• Hepatitis A, a food and waterborne disease, is recommended for visiting most regions.
  • Hepatitis B, spread by contaminated or infected body fluids, is recommended for visiting most regions.
  • Typhoid, spread through contaminated food and water, is recommended for visiting most regions. 
  • Cholera and ETEC bacteria are food and waterborne infections and may be recommended for many travel destinations.  
  • Yellow Fever is transmitted by mosquito bites and is recommended for visiting specific locations and may be required for others. 
  • Rabies, transmitted through the bite of an infected animal, may be recommended for those going on longer trips or who might be in contact with animals.

In addition, the following routine vaccinations are recommended for protection against the following diseases:

  • Measles, Mumps, and Rubella (MMR) are spread through contact with infected individuals and require a one-time booster for adults. They are also recommended for unvaccinated people or those born after 1970 (Canada date).
  • Tetanus, Diphtheria, and Pertussis (Tdap) are airborne (Diphtheria and Pertussis) or found in the soil (tetanus) and may be acquired through an injury or an open wound. Tetanus and Diphtheria are updated every 10 years. Adults require a one-time booster for Pertussis. 
  • Influenza is airborne and recommended for all travelers. The vaccine components change every year and travelers are advised to get a yearly flu shot. 
  • Chickenpox is spread by direct contact with infected individuals and requires vaccination for those who have never been vaccinated or never had the disease.
  • Shingles is a risk for people who had chicken pox (the disease) as a child. Vaccination is recommended for people 50 and older. You can still be vaccinated even after you have had the infection.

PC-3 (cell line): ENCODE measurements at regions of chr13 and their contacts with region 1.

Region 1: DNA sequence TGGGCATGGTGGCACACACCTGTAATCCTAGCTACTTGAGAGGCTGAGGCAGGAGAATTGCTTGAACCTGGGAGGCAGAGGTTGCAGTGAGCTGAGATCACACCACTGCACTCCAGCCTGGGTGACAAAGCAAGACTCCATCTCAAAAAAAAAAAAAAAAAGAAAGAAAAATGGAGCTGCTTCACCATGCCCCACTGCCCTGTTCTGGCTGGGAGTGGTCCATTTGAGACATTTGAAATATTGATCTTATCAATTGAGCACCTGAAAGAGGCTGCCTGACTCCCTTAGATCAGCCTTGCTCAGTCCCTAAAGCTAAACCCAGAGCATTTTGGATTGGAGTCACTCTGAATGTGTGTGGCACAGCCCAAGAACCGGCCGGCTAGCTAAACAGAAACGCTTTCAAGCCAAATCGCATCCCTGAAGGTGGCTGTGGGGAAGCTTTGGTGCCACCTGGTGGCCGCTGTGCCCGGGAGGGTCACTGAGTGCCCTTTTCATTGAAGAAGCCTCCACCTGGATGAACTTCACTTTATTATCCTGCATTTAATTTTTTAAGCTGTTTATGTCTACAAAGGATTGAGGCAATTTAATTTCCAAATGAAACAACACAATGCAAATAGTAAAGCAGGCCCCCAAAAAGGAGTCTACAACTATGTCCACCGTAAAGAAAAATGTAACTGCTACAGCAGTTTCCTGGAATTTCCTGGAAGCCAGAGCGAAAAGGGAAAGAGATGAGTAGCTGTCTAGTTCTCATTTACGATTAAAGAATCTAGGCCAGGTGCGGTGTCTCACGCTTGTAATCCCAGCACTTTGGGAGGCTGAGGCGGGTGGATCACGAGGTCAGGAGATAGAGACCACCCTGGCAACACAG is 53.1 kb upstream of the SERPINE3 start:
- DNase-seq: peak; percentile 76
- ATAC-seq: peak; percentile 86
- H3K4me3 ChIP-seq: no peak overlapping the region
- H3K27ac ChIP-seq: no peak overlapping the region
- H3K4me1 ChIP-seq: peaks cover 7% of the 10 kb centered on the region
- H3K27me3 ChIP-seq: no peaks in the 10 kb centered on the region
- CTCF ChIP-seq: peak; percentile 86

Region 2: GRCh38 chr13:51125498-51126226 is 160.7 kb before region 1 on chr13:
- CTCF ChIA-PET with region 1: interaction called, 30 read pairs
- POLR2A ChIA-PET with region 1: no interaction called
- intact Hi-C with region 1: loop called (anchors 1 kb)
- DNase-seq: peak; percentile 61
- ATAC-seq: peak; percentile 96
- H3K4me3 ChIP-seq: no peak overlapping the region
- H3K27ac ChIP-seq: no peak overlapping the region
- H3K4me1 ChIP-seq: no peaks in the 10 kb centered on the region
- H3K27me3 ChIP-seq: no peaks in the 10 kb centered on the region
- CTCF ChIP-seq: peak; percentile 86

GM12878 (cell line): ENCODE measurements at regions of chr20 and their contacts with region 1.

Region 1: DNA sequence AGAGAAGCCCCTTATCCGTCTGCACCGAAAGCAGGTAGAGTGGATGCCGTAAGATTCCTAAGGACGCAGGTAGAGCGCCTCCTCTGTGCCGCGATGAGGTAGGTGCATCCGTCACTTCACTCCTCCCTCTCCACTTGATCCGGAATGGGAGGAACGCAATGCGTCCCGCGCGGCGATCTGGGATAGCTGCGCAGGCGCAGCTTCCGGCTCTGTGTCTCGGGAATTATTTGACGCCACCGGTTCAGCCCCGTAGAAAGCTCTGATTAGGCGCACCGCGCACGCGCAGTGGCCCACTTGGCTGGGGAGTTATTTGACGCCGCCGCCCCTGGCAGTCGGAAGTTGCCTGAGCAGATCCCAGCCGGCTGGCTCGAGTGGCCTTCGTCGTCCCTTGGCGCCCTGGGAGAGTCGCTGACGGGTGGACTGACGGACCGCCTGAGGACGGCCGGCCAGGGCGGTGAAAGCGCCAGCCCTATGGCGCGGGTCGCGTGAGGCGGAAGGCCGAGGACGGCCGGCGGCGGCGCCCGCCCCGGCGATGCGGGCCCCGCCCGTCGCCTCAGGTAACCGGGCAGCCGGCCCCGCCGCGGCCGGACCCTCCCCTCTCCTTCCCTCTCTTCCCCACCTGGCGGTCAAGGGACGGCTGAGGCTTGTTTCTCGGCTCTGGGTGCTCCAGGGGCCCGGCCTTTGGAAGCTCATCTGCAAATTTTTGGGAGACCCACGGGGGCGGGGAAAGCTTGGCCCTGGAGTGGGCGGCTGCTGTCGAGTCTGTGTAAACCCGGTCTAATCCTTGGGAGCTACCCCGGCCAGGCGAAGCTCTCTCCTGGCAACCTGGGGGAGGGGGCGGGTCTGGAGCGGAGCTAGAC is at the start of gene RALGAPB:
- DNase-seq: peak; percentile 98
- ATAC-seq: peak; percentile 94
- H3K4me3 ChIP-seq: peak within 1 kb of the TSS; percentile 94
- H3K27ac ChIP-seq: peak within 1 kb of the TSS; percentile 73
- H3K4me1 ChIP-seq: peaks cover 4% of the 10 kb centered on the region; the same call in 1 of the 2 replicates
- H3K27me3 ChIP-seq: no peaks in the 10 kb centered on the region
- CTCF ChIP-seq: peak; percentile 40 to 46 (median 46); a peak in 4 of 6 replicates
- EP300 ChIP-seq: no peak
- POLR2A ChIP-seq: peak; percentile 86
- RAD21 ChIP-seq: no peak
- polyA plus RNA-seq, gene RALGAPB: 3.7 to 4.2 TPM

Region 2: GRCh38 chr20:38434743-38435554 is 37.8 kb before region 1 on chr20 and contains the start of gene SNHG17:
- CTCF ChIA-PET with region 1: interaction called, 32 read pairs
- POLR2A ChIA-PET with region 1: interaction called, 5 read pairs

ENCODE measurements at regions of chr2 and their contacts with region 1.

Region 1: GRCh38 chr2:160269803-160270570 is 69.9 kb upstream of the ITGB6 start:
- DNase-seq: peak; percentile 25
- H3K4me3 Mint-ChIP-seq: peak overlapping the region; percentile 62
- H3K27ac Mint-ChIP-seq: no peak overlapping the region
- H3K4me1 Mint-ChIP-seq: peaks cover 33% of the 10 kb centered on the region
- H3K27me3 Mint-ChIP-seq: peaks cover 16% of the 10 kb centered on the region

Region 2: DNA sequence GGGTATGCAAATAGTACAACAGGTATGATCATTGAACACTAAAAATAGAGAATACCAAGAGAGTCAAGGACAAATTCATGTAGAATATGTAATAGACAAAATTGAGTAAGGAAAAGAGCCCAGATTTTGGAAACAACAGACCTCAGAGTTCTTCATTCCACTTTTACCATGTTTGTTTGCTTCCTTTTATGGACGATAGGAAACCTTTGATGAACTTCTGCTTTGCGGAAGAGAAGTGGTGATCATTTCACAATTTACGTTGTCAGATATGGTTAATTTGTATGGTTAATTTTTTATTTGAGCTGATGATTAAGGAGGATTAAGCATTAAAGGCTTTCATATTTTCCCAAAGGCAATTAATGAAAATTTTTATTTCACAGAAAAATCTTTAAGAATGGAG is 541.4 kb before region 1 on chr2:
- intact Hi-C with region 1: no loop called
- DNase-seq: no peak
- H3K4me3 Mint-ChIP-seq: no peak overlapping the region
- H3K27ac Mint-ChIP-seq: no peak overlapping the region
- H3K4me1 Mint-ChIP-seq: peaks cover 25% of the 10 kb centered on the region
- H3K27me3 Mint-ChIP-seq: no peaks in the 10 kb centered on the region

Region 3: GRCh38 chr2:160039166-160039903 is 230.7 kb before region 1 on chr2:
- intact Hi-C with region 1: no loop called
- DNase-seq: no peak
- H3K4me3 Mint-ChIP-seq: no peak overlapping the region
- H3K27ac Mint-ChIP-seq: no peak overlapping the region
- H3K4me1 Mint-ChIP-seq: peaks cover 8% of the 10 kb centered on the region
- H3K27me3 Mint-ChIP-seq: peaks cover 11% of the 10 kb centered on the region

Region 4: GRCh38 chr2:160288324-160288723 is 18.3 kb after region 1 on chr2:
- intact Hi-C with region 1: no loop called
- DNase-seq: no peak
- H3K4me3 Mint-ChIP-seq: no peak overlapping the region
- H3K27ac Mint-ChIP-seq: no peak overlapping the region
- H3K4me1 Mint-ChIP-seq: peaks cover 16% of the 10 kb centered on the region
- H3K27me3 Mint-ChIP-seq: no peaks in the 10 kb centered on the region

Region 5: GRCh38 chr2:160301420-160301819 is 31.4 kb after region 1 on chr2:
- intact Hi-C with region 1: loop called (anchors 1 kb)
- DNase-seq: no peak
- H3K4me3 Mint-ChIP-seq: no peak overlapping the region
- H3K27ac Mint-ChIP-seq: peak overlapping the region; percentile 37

• Pneumonia is airborne and recommended for people 50 and older (Prevnar-13).  The vaccine is also recommended for individuals with suppressed immunity.
  • Meningitis is both airborne and spreads through direct contact. It is recommended for people who have not been vaccinated or are at an increased risk of contracting meningitis. Those who have previously been vaccinated may require a booster. It is a required vaccine for some travel and some destinations are considered to be high risk for meningitis disease. 
  • Polio is spread through contaminated food and water. It is a routine childhood immunization, and some adults may need an adult booster.   

Yellow Fever Vaccination may be required if you have visited certain countries before traveling to the Caribbean.  You may be required to show proof of yellow fever vaccination at the border.


In Conclusion

Traveling to the Caribbean could put you at risk for other health concerns like bites from mosquitos that can transmit Malaria, Dengue fever, and Zika virus. Make sure that you are up-to-date on all recommended and routine vaccines before your journey. Your healthcare provider will provide valuable information about protection from insect bites, insect repellants, nets, antimalarials, and food and water safety measures.

To find out more about these vaccines, see our vaccinations page. We will help you travel the world safely by staying healthy before, during and after your travel. Book your appointment today: online booking or call us at 1-647-697-9351